A monthly record of £28.4million was set in September, £5million more than the previous record of £23.2million in October 2017.

The annual record of £108million, set last year, looks certain to be broken in 2018. The payouts have been blamed on the late handover of a £1billion subsea cable to transfer surplus energy south of the Border.

The Western Link, running for 239 miles from Hunterston, Ayrshire to North-West England, only started to work at full capacity in September, nearly three years late.

By exporting electricity to England and Wales, it was hoped the cable would cut the amount of compensation paid to energy companies when their Scottish wind farms have to be shut down.

But Dr Constable said: ‘Paying generators to stop generating is neither efficient nor a normal function in UK electricity. It is related to the fact that wind power loses subsidy when constrained off, so asks for compensation.

‘In fact, it asks for more than the lost income. In my view, that is an abuse of market power, pure and simple.

‘As for the suggestion that wind is the cheapest form of electricity generation, that is simply absurd.

‘The capital expenditure is still extremely high offshore and high onshore. And when system costs, including hugely expensive projects such as the Western Link, are taken into account, wind energy is vastly more expensive to consumers than conventional electricity.’

Jenny Hogan, deputy chief executive of industry body Scottish Renewables, said: ‘Constraint payments are a normal part of the overall efficient management of our electricity system, given the limitations of the UK’s ageing energy infrastructure.

‘The National Grid pays a variety of technologies to reduce or increase output as required to help balance the system. The compensation is governed by the Transmission Constraint Licence Condition, which prohibits generators obtaining excessive benefit.’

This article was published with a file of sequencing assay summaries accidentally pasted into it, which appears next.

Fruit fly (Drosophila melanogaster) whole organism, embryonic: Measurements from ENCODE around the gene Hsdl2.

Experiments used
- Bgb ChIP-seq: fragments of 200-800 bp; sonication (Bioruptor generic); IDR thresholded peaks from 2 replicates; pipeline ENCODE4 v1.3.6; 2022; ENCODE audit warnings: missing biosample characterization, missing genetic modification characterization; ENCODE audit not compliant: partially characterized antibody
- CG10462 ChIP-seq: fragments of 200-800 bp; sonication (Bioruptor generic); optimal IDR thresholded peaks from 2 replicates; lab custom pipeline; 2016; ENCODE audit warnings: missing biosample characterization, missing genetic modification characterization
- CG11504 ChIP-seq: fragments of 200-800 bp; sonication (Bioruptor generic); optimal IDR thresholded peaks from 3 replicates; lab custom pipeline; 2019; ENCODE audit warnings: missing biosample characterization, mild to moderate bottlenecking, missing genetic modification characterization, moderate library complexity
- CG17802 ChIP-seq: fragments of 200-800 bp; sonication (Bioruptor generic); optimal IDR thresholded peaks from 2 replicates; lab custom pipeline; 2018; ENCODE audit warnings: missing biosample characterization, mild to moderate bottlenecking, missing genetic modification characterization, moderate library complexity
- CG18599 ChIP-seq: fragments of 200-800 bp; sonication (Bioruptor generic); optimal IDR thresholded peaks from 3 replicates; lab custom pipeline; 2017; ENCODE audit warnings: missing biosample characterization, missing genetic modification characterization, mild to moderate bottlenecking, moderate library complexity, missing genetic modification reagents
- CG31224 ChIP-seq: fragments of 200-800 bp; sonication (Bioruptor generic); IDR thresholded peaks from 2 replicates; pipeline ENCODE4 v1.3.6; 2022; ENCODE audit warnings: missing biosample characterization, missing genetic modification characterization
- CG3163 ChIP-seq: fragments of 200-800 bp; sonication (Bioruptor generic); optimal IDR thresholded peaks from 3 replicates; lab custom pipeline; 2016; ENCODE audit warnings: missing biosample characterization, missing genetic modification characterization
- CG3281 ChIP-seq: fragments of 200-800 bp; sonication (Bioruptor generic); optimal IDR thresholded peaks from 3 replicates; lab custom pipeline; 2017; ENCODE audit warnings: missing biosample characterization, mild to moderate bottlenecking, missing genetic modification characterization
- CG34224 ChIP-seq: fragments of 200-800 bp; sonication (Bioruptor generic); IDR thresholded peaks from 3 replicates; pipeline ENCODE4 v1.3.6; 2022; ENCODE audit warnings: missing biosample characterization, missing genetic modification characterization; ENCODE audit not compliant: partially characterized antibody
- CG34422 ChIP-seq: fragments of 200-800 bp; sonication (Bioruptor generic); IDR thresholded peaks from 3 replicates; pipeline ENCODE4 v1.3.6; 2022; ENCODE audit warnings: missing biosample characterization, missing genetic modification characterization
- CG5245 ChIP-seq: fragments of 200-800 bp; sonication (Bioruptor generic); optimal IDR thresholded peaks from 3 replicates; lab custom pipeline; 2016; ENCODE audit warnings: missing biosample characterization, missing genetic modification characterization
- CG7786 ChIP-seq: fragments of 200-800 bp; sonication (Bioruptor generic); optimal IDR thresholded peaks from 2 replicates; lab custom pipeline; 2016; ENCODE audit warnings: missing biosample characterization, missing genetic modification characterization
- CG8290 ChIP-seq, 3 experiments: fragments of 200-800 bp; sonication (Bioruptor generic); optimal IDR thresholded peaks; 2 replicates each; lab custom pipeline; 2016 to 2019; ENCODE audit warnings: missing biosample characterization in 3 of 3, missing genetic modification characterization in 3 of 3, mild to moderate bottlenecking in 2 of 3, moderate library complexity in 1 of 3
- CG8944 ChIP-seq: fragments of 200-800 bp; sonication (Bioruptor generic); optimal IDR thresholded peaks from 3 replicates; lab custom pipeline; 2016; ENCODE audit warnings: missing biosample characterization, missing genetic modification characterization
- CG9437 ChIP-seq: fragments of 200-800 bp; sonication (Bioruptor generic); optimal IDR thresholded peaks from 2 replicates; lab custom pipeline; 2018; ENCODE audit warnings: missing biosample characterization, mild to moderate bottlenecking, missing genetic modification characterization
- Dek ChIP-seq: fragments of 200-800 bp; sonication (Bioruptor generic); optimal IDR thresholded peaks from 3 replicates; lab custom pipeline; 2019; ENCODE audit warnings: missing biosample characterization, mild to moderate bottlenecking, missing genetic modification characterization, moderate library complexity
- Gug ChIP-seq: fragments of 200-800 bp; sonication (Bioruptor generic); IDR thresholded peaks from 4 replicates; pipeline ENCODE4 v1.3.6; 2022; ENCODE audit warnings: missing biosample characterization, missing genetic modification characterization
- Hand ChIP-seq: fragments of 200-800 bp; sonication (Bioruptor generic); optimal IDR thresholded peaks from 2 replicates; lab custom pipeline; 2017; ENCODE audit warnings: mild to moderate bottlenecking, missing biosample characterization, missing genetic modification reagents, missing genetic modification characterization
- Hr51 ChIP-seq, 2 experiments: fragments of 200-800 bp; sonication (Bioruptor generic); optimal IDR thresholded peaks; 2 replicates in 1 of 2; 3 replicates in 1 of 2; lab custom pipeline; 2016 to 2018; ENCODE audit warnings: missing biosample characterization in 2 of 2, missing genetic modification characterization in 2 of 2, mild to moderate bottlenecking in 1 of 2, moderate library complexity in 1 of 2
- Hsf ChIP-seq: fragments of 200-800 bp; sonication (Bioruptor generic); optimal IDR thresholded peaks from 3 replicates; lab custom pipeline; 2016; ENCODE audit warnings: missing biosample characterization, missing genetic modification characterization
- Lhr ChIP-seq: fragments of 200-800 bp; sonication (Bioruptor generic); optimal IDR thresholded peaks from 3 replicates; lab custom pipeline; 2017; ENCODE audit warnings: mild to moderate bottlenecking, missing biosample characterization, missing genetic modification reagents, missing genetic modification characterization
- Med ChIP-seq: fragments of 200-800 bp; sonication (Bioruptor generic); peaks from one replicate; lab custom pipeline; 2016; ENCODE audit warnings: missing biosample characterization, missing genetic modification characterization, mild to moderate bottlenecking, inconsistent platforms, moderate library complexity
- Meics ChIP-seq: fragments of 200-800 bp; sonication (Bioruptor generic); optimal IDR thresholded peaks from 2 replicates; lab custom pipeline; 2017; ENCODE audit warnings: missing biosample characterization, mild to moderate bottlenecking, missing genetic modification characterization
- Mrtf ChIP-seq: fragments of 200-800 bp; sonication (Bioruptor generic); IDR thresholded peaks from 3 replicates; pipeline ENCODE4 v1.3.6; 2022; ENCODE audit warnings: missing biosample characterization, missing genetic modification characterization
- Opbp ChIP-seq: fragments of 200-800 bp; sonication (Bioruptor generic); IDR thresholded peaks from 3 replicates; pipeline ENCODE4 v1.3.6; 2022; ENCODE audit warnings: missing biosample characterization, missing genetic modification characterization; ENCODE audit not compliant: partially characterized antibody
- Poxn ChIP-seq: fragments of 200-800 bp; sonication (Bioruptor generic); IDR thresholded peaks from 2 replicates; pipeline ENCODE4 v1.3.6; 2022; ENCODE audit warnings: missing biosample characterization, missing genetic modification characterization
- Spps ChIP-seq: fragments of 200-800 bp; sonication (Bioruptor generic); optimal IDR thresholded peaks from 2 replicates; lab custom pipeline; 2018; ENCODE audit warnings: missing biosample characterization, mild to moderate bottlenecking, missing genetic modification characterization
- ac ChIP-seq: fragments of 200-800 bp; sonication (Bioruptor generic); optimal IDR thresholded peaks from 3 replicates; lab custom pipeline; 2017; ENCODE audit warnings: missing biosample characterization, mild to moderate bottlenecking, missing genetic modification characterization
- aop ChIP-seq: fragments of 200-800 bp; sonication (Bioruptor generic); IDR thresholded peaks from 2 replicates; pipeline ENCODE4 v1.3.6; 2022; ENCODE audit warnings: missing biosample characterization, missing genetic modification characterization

A Scottish Government spokesman said: ‘Wind energy is now the cheapest means of generating electricity and plays a key part in helping deliver the steep reductions in carbon emissions we so desperately need.

‘Constraint payments are paid by the National Grid to a range of technologies that generate electricity and, rather than reflecting negatively upon the source of power, they reflect on current capacity constraints on the grid infrastructure. But the necessary, vital investment is now happening.’

The spokesman added that the Western Link ‘will greatly reduce the need for these payments, as the future National Grid will allow for Scotland’s renewable power to be fully utilised’.

A National Grid spokesman said: ‘We balance the country’s supply and demand of electricity and can sometimes ask generators to come on or off the Grid to keep the system balanced.

‘Wind constraint payments are the most economically efficient way of managing additional green capacity, while we retain and reinforce capacity on our electricity network.’


Source: https://www.pressreader.com...

OCT 29 2018
https://www.windaction.org/posts/49020-windfarms-paid-5m-a-day-to-turn-off-turbines